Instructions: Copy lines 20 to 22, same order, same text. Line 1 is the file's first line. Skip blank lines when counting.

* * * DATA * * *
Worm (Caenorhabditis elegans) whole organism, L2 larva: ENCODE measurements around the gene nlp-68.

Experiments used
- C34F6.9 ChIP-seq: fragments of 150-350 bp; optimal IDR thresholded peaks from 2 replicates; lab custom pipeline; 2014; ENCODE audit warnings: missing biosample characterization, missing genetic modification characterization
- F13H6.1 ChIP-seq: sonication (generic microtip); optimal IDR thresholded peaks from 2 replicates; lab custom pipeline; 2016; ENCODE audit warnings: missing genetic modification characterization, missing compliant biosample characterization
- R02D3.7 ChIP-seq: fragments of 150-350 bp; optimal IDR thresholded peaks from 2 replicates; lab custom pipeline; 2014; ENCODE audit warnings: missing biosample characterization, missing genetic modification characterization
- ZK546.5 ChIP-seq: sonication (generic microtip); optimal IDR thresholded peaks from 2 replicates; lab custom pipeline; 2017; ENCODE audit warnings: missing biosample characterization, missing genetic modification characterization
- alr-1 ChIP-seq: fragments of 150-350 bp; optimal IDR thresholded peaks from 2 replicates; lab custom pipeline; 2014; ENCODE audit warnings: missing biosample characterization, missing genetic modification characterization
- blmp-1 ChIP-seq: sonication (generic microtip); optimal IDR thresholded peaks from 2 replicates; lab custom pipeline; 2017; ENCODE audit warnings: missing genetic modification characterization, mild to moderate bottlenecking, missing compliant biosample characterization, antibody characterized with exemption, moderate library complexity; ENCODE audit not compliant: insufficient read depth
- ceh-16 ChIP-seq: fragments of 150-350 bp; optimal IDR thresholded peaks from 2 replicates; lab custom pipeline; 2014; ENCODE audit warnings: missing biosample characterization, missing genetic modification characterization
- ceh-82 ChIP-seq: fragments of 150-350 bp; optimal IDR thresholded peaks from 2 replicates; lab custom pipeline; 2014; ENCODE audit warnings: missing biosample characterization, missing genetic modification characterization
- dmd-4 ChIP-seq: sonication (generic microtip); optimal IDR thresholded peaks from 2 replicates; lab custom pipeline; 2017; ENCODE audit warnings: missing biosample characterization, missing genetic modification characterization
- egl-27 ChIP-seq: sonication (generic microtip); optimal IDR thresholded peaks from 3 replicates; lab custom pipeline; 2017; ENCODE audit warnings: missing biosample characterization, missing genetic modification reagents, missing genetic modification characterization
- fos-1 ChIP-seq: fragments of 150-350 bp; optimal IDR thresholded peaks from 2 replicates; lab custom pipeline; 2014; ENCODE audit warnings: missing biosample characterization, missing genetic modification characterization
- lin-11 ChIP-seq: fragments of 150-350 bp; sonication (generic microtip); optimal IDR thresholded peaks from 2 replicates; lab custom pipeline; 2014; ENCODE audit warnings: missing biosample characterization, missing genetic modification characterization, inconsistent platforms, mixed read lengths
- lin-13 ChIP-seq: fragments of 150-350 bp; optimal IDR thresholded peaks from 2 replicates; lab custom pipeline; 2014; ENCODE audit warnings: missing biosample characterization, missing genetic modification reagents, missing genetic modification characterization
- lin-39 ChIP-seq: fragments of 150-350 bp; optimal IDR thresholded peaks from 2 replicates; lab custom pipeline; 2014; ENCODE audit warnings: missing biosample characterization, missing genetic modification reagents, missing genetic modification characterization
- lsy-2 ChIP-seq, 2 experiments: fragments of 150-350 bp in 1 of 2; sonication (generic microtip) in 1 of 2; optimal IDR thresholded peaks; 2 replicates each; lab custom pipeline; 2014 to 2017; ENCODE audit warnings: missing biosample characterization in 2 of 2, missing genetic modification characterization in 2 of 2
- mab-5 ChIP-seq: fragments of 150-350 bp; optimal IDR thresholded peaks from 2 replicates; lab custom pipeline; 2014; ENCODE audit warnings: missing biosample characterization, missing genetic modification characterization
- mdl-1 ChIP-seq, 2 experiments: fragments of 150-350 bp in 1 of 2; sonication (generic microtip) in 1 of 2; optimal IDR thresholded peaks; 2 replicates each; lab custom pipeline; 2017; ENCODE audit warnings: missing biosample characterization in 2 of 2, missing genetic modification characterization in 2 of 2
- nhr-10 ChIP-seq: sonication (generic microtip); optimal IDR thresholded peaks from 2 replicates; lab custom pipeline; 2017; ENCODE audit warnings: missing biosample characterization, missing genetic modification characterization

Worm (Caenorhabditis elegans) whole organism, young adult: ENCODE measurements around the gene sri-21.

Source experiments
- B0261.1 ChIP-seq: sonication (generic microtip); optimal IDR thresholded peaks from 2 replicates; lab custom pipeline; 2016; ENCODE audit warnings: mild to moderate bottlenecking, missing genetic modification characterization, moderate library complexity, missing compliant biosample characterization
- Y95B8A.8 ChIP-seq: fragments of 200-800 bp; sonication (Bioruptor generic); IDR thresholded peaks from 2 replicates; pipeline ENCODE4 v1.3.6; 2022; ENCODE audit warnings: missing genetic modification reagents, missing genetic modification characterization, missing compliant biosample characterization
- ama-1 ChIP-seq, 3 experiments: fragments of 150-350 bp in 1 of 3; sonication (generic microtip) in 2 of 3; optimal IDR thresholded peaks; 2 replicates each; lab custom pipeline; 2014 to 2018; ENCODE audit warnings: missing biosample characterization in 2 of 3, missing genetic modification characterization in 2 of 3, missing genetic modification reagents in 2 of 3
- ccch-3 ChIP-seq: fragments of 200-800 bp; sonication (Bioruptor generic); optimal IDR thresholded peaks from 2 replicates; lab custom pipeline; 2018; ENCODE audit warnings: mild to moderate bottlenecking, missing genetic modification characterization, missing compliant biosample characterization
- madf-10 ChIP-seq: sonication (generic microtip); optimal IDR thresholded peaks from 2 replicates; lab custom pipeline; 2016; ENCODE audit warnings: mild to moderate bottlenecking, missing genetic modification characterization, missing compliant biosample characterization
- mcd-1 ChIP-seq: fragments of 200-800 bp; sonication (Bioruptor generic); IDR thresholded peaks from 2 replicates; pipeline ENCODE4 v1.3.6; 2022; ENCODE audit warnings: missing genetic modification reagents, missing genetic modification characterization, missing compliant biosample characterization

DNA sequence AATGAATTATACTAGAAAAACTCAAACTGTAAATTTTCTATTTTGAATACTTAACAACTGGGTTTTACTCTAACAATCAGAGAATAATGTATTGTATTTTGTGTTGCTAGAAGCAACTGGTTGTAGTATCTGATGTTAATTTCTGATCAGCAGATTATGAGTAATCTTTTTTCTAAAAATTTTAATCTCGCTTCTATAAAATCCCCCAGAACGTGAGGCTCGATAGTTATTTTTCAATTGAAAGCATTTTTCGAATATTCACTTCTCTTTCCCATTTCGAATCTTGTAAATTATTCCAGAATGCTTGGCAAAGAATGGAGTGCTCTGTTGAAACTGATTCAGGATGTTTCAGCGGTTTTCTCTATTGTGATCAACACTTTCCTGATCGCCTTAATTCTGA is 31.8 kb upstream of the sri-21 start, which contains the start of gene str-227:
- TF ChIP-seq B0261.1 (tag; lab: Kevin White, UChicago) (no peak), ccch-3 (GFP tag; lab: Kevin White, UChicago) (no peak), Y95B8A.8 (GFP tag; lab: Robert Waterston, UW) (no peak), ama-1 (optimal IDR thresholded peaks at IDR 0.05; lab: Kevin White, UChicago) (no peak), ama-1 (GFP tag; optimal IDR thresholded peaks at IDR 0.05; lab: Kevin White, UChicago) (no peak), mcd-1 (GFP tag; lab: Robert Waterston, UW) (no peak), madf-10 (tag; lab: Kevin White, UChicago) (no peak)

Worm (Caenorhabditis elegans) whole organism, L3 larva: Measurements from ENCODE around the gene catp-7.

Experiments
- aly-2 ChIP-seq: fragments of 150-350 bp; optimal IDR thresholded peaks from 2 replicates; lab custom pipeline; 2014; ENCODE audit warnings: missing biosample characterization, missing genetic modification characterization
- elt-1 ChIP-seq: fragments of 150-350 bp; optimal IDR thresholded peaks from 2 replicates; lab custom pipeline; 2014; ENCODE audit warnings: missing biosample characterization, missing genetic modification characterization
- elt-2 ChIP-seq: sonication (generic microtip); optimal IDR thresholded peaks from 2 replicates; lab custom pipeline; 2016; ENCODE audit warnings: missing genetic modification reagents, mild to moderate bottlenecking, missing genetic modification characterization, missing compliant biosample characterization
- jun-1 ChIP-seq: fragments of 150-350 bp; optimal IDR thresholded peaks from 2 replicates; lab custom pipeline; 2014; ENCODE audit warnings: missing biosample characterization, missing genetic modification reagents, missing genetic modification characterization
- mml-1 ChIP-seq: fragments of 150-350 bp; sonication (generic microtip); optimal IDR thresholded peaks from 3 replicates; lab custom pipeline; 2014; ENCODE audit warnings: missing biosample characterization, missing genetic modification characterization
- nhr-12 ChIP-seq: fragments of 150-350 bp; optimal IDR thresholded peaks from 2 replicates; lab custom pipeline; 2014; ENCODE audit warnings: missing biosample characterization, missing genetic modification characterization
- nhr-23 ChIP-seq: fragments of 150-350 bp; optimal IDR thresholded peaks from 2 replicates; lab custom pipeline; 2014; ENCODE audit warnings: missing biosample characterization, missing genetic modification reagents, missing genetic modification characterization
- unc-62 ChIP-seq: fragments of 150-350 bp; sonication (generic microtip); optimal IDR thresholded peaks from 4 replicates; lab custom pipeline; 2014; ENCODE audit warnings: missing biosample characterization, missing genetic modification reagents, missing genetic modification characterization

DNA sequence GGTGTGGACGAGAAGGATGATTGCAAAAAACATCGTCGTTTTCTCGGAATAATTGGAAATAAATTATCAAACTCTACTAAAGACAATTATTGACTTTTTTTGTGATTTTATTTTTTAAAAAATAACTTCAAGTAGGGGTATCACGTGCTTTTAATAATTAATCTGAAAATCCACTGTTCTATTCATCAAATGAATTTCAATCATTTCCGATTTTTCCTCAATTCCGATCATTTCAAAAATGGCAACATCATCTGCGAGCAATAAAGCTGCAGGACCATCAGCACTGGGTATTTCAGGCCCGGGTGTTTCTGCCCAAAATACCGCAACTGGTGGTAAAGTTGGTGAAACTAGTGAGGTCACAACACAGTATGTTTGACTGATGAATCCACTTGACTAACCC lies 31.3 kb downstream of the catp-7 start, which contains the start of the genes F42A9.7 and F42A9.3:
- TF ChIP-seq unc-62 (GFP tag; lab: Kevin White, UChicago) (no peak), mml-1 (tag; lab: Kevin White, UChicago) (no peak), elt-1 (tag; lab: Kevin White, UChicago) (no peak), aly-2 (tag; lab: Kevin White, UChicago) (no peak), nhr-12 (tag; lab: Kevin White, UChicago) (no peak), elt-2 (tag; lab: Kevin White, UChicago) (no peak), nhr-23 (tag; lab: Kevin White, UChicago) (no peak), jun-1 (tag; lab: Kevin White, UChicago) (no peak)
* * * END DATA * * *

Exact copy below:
- nhr-10 ChIP-seq: sonication (generic microtip); optimal IDR thresholded peaks from 2 replicates; lab custom pipeline; 2017; ENCODE audit warnings: missing biosample characterization, missing genetic modification characterization

Worm (Caenorhabditis elegans) whole organism, young adult: ENCODE measurements around the gene sri-21.

Source experiments